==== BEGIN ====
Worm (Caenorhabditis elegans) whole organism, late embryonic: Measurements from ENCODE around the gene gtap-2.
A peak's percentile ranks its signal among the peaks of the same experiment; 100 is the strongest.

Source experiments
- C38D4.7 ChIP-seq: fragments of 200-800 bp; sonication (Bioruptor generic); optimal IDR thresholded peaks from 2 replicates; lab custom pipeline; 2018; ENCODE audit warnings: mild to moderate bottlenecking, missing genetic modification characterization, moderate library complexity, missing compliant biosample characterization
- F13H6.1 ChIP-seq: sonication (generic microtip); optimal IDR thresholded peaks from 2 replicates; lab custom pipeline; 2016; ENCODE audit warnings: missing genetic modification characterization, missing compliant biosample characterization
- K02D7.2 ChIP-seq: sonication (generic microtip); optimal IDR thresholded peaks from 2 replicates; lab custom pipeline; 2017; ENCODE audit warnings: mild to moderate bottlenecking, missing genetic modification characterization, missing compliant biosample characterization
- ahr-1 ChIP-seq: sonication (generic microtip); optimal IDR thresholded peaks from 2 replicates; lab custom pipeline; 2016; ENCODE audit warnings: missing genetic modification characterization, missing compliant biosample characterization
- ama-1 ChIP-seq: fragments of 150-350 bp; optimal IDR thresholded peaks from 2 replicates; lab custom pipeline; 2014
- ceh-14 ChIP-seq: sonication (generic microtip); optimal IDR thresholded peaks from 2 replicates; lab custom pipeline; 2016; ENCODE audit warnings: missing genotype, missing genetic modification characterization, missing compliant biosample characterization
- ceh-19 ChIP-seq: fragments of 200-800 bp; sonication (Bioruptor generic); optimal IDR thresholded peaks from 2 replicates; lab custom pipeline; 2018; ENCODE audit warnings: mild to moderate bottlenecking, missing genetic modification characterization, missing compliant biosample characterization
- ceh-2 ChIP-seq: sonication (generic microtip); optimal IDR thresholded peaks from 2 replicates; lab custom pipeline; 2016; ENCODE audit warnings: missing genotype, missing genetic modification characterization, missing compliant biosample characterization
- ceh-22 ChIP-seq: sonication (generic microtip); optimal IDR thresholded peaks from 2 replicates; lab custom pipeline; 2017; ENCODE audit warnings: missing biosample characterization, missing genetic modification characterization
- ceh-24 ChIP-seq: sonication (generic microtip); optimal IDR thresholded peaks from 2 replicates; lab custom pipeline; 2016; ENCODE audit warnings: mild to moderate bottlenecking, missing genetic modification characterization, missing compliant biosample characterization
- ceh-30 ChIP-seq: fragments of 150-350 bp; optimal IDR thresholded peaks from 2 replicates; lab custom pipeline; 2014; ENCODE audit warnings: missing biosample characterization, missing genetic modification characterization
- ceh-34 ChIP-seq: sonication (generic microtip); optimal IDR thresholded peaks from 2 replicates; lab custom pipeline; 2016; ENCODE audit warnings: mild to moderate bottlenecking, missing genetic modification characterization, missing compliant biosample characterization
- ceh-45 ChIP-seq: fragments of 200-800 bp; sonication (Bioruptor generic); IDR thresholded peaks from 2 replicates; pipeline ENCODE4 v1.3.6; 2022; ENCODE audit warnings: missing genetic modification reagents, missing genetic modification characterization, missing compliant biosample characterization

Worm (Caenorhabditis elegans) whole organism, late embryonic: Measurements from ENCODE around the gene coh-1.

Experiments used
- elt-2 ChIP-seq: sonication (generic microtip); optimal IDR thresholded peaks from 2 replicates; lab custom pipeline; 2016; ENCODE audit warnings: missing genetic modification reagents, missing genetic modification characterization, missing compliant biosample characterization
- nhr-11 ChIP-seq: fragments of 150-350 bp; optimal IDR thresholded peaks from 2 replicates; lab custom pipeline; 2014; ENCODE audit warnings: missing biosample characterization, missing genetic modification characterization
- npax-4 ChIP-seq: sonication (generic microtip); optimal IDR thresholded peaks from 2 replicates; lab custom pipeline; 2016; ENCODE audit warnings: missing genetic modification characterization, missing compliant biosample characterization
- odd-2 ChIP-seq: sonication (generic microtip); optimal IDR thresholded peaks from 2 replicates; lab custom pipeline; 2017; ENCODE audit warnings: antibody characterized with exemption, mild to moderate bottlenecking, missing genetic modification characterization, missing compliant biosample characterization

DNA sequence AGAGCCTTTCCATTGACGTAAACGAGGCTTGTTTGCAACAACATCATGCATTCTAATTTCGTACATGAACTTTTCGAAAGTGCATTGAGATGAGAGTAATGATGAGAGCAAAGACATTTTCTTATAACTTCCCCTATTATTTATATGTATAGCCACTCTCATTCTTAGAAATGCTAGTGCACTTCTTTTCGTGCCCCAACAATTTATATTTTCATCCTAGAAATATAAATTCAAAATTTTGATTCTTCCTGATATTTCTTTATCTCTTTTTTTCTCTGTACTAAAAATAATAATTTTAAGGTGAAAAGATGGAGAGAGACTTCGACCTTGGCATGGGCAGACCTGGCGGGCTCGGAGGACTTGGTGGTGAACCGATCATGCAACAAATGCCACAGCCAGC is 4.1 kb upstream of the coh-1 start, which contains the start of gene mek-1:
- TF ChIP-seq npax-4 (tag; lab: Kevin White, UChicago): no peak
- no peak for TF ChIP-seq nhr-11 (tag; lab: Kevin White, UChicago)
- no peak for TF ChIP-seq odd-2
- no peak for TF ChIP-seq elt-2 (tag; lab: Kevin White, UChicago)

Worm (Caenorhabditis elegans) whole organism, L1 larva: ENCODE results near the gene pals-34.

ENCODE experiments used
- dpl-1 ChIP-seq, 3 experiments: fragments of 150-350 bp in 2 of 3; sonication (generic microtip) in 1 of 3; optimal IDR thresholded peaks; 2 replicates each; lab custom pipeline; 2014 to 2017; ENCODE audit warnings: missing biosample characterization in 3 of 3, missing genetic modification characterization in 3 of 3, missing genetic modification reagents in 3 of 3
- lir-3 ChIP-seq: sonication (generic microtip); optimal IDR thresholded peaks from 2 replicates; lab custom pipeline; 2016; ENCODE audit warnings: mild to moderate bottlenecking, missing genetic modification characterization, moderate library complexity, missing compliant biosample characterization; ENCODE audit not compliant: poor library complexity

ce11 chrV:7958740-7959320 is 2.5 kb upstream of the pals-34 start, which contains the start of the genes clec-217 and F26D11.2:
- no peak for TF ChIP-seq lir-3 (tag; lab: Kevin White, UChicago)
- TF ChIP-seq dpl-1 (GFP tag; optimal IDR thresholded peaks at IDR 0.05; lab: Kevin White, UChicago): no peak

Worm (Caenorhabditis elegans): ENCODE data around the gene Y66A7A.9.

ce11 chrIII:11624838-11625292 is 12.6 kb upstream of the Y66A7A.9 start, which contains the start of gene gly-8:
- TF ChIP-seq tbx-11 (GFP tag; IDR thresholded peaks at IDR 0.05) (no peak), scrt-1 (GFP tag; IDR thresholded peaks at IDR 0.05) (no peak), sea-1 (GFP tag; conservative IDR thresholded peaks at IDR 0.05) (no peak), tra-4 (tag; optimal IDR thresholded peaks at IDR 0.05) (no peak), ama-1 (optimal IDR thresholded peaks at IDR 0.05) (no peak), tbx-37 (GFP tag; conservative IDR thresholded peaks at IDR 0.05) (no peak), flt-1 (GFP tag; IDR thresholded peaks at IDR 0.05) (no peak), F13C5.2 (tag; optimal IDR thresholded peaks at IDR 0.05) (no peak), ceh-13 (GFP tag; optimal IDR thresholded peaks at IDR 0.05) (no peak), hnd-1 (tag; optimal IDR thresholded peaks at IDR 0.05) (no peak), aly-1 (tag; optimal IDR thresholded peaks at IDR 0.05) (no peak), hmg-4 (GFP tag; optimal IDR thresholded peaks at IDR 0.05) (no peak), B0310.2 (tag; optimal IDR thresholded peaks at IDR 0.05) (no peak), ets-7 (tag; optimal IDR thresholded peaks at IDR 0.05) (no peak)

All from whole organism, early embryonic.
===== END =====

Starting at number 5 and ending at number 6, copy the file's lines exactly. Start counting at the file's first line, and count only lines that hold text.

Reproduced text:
- F13H6.1 ChIP-seq: sonication (generic microtip); optimal IDR thresholded peaks from 2 replicates; lab custom pipeline; 2016; ENCODE audit warnings: missing genetic modification characterization, missing compliant biosample characterization
- K02D7.2 ChIP-seq: sonication (generic microtip); optimal IDR thresholded peaks from 2 replicates; lab custom pipeline; 2017; ENCODE audit warnings: mild to moderate bottlenecking, missing genetic modification characterization, missing compliant biosample characterization